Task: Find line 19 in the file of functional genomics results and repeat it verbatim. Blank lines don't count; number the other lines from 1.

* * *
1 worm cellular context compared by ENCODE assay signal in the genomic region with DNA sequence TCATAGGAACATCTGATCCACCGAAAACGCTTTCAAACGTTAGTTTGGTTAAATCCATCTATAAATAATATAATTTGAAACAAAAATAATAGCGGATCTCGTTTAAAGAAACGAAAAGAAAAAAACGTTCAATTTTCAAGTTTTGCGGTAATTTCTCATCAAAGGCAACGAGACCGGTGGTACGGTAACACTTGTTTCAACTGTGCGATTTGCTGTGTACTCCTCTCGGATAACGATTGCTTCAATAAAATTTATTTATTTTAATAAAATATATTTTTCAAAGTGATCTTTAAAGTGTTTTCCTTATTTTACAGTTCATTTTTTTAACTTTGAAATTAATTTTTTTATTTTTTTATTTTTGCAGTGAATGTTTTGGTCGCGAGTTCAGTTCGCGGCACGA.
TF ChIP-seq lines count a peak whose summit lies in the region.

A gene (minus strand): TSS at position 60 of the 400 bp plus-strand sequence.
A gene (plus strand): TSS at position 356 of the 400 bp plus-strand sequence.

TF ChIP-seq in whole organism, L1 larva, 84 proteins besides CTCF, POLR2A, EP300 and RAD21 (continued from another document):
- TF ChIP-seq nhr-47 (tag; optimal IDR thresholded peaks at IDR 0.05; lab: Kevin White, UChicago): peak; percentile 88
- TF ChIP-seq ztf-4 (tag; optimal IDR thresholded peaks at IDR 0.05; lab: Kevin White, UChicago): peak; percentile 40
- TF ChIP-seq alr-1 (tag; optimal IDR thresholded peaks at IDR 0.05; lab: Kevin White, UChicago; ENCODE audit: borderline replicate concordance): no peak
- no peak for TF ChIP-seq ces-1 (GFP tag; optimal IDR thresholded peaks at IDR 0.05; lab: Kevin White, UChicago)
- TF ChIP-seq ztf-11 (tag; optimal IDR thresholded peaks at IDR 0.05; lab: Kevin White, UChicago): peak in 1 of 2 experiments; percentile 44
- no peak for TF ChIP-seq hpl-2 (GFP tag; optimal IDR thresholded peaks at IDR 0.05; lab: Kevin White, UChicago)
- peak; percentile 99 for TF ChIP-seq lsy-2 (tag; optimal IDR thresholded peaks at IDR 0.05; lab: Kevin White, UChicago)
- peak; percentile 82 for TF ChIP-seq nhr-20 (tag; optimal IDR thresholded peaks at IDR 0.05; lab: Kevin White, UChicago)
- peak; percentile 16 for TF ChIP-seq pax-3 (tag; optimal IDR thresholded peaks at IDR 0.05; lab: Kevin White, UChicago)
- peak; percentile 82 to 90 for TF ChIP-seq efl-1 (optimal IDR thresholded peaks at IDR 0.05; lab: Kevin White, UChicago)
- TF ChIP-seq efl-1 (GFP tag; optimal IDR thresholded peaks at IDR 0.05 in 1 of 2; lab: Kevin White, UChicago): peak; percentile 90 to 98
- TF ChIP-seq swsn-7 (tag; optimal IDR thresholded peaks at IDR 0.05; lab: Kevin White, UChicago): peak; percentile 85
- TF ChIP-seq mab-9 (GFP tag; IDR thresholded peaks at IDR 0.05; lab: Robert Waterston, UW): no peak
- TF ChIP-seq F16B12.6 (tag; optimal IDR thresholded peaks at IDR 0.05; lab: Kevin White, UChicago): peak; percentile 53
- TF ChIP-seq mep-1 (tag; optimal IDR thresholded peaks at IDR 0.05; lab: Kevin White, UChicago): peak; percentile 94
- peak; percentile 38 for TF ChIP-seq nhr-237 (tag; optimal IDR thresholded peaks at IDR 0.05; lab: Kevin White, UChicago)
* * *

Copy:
- TF ChIP-seq F16B12.6 (tag; optimal IDR thresholded peaks at IDR 0.05; lab: Kevin White, UChicago): peak; percentile 53